Global Financial Crisis Claims Iceland

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Thorvaldur Kristmundsson AP

Protesters clash with police in an alley at the back of the parliament building during a demonstration over the handling of the financial crisis in Reykjavik, Iceland Wednesday Jan. 21, 2009.

Iceland is getting used to this. Over the past six months its currency has collapsed, its largest banks have all failed and been nationalized, and its economy has imploded. Today the tiny (pop: 320,000) nation became the first to lose its government to the global financial crisis. Addressing the press, Iceland's Prime Minister Geir Haarde announced the resignation of his cabinet and the collapse of the current coalition government. The Conservative leader said that he could not "accept the Social Democratic demand that they would lead the government."

The announcement came after three months of public protests over the government's role in the economic meltdown last October. On Jan. 20, as much of the world was glued to President Obama's inauguration, a mob of riotous protesters pounded on the walls of Iceland's parliament building, denouncing the government for its incompetence. "It was heartbreaking to watch America welcome a leader who they actually revere and place all their hope in, while here we are literally banging down the government's door to get them to listen to us," says Erla Bjarnadóttir, 32, an unemployed office worker, before she returns to pounding her saucepan outside parliament. "We've lost all faith in our leaders." (See pictures of Obama's inauguration.)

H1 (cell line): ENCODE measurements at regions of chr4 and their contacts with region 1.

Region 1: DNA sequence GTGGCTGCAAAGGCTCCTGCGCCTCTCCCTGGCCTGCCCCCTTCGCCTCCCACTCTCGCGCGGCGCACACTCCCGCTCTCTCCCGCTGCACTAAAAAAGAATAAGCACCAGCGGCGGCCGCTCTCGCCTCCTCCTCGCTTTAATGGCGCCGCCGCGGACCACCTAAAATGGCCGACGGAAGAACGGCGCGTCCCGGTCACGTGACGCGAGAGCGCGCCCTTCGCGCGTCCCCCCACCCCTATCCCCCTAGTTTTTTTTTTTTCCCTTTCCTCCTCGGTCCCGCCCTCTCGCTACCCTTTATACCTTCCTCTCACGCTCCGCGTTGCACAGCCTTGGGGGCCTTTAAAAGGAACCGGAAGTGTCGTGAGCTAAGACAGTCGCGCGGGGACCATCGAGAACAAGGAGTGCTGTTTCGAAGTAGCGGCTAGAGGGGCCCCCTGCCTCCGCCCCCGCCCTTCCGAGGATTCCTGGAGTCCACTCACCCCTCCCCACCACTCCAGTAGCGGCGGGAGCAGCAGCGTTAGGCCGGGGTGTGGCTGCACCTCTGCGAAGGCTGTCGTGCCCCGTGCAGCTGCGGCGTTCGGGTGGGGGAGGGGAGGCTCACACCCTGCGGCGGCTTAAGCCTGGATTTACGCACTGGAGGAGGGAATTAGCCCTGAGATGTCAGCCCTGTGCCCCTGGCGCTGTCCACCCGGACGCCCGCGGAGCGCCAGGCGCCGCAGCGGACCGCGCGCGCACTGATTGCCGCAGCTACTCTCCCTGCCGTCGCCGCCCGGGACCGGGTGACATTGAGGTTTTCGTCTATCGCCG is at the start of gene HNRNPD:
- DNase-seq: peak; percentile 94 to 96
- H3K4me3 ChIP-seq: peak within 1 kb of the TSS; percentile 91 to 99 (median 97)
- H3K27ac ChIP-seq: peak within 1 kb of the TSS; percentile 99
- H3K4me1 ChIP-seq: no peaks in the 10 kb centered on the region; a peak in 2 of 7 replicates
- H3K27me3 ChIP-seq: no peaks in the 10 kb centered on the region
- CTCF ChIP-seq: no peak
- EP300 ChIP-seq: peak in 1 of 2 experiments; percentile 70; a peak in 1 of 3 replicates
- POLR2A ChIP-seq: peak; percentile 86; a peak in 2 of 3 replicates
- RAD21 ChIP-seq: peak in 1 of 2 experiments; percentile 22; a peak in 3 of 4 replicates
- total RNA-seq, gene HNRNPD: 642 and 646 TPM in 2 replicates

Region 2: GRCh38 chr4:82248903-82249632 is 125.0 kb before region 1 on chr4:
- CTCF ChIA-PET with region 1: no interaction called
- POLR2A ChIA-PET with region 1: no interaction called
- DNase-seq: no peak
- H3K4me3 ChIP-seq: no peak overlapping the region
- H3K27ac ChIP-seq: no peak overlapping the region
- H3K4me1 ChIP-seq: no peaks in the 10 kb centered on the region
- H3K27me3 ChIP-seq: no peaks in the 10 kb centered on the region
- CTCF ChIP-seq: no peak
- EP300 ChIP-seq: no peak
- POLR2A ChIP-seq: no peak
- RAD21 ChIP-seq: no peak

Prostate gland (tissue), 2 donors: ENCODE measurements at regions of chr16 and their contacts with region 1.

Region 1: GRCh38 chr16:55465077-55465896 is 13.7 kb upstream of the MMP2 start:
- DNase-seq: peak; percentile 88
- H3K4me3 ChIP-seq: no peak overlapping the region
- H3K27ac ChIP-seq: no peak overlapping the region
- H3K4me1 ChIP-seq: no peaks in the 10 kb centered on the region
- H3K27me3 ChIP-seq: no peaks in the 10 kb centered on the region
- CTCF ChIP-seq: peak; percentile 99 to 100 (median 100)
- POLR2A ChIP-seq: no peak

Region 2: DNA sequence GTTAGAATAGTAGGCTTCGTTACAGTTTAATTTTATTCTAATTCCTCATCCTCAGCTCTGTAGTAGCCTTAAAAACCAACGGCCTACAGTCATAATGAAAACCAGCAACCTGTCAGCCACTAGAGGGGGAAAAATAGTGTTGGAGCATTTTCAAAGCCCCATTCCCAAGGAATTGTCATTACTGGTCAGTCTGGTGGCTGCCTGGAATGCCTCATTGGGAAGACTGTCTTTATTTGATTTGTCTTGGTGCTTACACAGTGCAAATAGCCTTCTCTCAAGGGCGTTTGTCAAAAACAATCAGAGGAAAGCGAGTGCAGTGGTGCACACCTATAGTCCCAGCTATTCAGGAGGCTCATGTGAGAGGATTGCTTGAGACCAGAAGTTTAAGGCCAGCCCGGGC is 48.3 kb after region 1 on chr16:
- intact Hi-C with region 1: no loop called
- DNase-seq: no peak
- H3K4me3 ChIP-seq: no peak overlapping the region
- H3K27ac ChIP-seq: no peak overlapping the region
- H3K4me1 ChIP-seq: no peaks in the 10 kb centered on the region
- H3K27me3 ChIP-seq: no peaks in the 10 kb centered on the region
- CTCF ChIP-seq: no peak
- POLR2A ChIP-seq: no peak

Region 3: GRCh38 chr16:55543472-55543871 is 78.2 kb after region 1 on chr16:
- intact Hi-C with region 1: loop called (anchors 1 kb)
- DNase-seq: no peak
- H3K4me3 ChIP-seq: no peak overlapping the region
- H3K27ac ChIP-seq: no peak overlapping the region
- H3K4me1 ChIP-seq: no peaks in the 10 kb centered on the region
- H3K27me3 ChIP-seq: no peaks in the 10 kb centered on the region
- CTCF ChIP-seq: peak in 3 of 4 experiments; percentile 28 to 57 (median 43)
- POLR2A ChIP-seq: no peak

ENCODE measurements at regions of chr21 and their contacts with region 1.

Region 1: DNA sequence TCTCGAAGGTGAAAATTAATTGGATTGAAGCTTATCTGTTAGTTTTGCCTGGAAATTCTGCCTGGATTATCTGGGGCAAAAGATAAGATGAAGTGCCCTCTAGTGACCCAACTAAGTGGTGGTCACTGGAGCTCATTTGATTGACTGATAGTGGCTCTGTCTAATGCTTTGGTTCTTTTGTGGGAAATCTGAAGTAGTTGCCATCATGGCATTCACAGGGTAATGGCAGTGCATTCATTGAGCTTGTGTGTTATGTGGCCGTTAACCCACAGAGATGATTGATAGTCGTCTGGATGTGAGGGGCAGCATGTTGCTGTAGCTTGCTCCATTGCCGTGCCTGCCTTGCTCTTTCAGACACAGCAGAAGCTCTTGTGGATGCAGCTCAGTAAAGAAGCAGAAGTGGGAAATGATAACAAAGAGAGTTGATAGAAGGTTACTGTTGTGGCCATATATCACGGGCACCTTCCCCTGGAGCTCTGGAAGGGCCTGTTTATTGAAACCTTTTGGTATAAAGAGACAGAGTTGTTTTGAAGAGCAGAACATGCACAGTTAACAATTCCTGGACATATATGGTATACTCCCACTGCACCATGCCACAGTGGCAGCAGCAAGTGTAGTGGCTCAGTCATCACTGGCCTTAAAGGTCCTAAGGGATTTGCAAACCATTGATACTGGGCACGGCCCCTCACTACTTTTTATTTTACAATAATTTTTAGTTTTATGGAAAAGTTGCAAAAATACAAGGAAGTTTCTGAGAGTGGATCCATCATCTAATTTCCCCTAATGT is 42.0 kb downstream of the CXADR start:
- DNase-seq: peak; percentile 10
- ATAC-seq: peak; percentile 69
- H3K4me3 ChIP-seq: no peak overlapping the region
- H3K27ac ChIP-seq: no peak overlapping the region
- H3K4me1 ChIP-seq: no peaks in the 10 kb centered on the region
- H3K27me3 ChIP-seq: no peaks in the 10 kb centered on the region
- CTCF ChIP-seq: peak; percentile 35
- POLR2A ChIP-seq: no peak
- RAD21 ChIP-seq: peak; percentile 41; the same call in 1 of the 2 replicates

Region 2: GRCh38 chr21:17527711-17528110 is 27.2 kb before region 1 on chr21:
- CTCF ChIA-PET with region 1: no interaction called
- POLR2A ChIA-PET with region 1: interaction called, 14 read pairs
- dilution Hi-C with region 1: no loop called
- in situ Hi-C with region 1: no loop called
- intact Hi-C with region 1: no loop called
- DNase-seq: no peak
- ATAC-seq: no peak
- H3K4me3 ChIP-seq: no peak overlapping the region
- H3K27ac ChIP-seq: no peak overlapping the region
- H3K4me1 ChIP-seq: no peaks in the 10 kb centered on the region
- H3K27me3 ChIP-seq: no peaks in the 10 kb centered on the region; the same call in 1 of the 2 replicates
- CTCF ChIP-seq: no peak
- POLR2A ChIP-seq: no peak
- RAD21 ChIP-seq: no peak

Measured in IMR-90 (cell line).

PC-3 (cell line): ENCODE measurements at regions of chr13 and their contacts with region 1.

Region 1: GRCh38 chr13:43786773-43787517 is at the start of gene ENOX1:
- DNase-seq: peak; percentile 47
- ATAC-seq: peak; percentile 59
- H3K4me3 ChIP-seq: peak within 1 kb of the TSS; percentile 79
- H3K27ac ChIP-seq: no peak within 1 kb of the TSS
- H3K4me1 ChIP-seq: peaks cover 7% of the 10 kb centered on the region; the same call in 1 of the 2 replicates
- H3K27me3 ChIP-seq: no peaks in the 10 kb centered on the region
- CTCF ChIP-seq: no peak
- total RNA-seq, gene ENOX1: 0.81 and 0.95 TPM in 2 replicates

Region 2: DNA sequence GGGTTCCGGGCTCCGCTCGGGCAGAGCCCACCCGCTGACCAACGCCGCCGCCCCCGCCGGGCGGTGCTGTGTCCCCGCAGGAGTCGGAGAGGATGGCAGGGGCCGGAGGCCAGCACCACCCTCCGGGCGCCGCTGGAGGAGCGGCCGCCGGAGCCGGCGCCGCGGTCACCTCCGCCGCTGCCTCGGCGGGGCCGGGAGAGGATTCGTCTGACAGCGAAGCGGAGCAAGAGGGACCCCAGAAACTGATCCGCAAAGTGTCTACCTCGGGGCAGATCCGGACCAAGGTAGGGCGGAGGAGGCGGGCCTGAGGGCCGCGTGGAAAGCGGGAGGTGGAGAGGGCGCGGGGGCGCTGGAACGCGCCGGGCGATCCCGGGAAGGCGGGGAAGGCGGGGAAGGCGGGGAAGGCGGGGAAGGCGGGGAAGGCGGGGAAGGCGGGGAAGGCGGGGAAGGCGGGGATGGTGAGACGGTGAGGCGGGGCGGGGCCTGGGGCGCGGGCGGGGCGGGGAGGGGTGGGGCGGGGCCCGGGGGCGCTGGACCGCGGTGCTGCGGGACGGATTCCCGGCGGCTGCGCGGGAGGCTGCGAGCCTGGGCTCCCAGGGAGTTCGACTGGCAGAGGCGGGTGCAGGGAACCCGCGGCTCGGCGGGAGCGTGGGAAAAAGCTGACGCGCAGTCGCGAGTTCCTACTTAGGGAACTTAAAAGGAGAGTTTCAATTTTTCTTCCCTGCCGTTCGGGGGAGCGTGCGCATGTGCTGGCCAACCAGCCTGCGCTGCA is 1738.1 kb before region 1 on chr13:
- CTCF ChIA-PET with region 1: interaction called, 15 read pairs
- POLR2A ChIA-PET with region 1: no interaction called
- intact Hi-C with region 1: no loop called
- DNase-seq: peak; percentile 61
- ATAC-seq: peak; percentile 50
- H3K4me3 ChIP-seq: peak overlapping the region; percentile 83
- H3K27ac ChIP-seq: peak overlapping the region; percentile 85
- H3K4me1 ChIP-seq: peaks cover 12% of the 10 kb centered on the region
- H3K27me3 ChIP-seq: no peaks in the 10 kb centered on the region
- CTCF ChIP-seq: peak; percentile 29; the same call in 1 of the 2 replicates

Last week's riot, which involved more than 2000 demonstrators who broke windows, banged on pans and drums and hurled eggs and skyr, a kind of Icelandic yogurt, at parliament and at riot police, seems to have shaken Icelandic politicians. Two days after a throng of angry protesters beset his official car on Jan. 21, Prime Minister Haarde called a press conference to reveal that doctors had found a malignant tumor in this throat and that he would step down. In an unexpected move, Haarde called for an election in May, only days after firmly and repeatedly denying the possibility of such a poll.

In the days that have followed a number of prominent officials, including Minister of Commerce Björgvín Sigurdsson and the director and board of Iceland's Financial Supervisory Authority, have tendered their resignations.

A year ago, few would have predicted such a rapid fall from grace for the affluent North Atlantic nation. Iceland topped the most recent U.N. Human Development Index and boasted one of the highest GDP's per capita in the world. But its banks, carrying massive debt loads, became early victims of the global credit crunch. In October, in an effort to salvage the hemorrhaging economy Haarde's government negotiated a $10 billion bail out package with the International Monetary Fund.

But as thousands began losing their jobs, public anger grew. As the Minister of Commerce Sigurdsson said in his resignation statement: "Last night I came to the realization that, for me, there is no turning back. The anger and distrust of the people is to too deep for me to be able to gain their faith again."

The prime minister is now due to meet with the president to formalize the dissolution of the current government. It remains unclear whether parliament will be dissolved, or if elections will be held immediately. Another possibility is a national government with all parties participating until the May election. If the Social Democrats take control, even temporarily, they are likely to be led by Jóhanna SigurĂ°ardóttir, who would become Iceland's first female prime minister and the first openly gay prime minister in Europe.

Protestors vow that their campaign is not over. "Of course I'm happy with today's announcements," Hördur Torfason, a spokesman for the protestors, told TIME. "But the day isn't over yet."

See TIME's Pictures of the Week.

Read a TIME story on the crisis in Iceland.